Researchers are working on a device that combines 3D and spectral imaging into a single instrument to assess the integrity of steel structures.
The team from Nottingham Trent University and Opus International Consultants, a global infrastructure consultancy, expect the device to accurately verify the integrity of such structures – including ageing bridges – from a distance of up to 100m.
James Hulme, part of Opus International Consultants’ UK Leadership Team, said: “We are always looking for new technologies which offer cost-effective solutions to safely defer expensive upgrades or replacements that may not actually be required.”
The project will build on previous Nottingham Trent University research that saw the development of a remote spectral imaging system that reveals the composition and degradation of paints in large-scale wall paintings. Red ochre – a natural earth pigment used to make paint – is made up of the same chemical ingredient as rust, namely iron oxide.
The project could potentially save significant surveying costs and remove the need for potentially dangerous inspections. It will also help to inform decisions about when to repair or decommission structures, including pylons, culverts, station canopies, roof structures and tunnel linings.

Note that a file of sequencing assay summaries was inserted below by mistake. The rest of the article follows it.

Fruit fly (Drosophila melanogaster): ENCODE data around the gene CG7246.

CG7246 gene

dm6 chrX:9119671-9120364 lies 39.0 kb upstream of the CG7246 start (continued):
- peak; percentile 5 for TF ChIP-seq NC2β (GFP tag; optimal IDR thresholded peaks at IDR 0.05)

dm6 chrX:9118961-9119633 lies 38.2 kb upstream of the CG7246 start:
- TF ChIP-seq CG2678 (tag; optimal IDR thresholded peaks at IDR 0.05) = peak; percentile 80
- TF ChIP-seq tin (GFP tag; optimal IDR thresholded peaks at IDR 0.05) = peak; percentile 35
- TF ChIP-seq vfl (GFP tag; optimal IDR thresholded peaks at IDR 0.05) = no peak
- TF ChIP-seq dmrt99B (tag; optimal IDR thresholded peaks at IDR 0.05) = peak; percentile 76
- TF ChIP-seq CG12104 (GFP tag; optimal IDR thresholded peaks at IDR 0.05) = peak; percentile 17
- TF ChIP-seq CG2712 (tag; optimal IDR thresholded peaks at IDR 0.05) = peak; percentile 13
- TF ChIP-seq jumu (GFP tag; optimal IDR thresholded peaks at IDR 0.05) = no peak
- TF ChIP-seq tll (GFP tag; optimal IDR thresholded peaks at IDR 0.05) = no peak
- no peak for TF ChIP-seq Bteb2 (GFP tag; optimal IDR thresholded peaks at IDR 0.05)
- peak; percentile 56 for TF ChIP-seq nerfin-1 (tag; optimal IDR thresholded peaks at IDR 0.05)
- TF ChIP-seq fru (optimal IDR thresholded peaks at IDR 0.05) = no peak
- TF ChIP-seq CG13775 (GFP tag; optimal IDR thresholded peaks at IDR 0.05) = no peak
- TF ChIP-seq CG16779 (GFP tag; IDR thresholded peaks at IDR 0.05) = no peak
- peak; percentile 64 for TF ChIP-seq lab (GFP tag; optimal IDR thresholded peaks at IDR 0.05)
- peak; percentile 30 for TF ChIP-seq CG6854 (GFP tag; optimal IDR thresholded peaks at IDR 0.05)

The three-year project involves the creation of a remote imaging system that simultaneously performs 3D and spectral imaging, which will provide information about the physical and chemical characteristics of the structure.
The so-called ‘RustScan’ instrument and accompanying ‘RustDetect’ software – which will be used via hand-held or tripod-mounted cameras or drones – will be able to generate detailed data regarding surface blistering and corrosion.
Prof Haida Liang, head of the Imaging & Sensing for Archaeology, Art History & Conservation research group at Nottingham Trent University told The Engineer that the device will be able to scan as much of a structure’s surface as necessary and that proven algorithms – already applied to large wall paintings – will automatically stitch images together. She added that current image processing methods would be employed to automatically classify the regions of corrosion via a 3D model of a structure’s condition.
“Remote simultaneous 3D and spectral imaging will provide direct identification of surface rust and corrosion,” she said. “The technology will also be able to provide a time-specific record of the condition of the bridge for future comparison with later scans – in addition to assisting in the development of an appropriate maintenance programme for the bridge.”